170 Cancel 'WSJ' Subscriptions -- But How Many Will Follow?

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By: E&P Staff At least 170 subscribers to the Wall Street Journal have canceled their orders since word emerged that Rupert Murdoch's News Corp. will soon take over the newspaper.

The paper does have 1.7 million print subscribers left.

An article in the Journal today by Martin Peers added that other readers had "voiced their displeasure with the deal in emails."

An excerpt from the article follows.
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News Corp. executives are expected to spend that time pondering strategies for Dow Jones's businesses and the makeup of management. There has been speculation Mr. Murdoch may want to name Times of London editor Robert Thomson to a senior role, helping to oversee the Journal. A person close to News Corp. said Mr. Thomson is likely to "play a part" at the Journal but it wasn't clear exactly how.

At the same time, there are questions about the future of existing Dow Jones executives, particularly Publisher Gordon Crovitz. Mr. Murdoch has the flexibility to appoint his own publisher: The post isn't covered by an editorial-independence agreement negotiated by Dow Jones, which prevents Mr. Murdoch from unilaterally replacing certain other top executives, such as the managing editor. A person close to the situation said Mr. Murdoch has no intention of replacing any of the senior management. "I'd certainly like to stay," Mr. Crovitz said.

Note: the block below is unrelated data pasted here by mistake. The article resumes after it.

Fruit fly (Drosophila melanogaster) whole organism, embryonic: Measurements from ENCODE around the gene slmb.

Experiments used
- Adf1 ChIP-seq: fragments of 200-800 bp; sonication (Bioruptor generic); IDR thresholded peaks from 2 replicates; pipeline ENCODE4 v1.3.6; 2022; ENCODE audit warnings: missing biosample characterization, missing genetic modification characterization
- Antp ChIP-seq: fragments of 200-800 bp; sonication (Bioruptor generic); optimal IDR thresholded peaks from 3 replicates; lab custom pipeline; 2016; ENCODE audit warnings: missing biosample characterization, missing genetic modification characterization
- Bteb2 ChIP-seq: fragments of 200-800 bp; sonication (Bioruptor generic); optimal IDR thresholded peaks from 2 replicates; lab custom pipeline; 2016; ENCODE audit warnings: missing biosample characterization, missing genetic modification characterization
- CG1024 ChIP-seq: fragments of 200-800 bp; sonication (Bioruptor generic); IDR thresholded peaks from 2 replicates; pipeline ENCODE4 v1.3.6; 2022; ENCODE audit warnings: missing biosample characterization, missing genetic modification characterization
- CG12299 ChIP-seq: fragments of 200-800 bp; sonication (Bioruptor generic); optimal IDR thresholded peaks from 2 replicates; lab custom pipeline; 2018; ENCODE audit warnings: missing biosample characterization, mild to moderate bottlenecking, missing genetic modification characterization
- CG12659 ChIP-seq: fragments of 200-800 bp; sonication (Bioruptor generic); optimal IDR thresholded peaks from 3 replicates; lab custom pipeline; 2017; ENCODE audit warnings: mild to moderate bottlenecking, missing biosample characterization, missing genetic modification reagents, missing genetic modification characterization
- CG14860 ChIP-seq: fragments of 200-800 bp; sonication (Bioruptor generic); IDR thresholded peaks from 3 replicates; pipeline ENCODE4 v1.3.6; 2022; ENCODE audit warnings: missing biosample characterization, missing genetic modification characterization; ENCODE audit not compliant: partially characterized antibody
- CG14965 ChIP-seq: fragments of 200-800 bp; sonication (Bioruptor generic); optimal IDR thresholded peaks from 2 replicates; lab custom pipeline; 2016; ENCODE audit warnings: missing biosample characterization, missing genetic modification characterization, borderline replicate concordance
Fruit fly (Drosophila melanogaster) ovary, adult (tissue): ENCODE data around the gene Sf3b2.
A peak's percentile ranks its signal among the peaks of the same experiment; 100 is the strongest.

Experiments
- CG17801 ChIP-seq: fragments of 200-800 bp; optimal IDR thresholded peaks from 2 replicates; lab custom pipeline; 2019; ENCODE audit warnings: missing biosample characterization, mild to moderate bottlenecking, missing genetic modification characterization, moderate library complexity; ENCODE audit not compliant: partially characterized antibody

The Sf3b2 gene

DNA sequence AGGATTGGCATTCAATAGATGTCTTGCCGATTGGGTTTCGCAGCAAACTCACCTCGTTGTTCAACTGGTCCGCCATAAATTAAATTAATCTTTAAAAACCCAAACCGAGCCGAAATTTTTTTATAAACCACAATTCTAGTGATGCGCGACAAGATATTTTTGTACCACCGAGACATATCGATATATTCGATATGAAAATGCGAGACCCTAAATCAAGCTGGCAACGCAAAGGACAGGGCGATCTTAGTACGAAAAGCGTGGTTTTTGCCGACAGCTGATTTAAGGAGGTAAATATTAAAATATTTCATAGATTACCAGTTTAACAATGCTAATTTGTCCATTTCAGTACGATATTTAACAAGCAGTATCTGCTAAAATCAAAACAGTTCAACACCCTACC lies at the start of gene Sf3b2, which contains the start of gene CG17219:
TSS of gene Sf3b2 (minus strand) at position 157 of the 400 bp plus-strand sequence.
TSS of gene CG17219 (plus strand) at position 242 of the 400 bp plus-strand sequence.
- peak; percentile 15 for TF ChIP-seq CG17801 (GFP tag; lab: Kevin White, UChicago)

Also in the spotlight is [CEO Richard] Zannino, who told staff yesterday he hopes to stay at Dow Jones under its new owner. A person familiar with the matter said Mr. Murdoch likes Mr. Zannino and wants him to stay as CEO of Dow Jones.

Once the deal closes, Mr. Murdoch is expected to spend much of his time dealing with Dow Jones, reflecting his habit of focusing intently on new businesses for a period of time before shifting his attention elsewhere.

While the editorial-independence agreement is aimed at stopping Mr. Murdoch from interfering with the Journal's coverage, the News Corp. chairman is free to voice his opinion about the newspaper, Mr. Zannino told employees yesterday. Numerous journalists both at the Journal and elsewhere have raised concerns about Mr. Murdoch's history of interfering in his newspapers, but Mr. Zannino emphasized that the editorial agreement had enforcement provisions that blocked Mr. Murdoch from making changes at the paper unilaterally.

"Nobody can make us do what we don't want to do," Mr. Zannino said.



CNBC says it expects its contract "to be honored."



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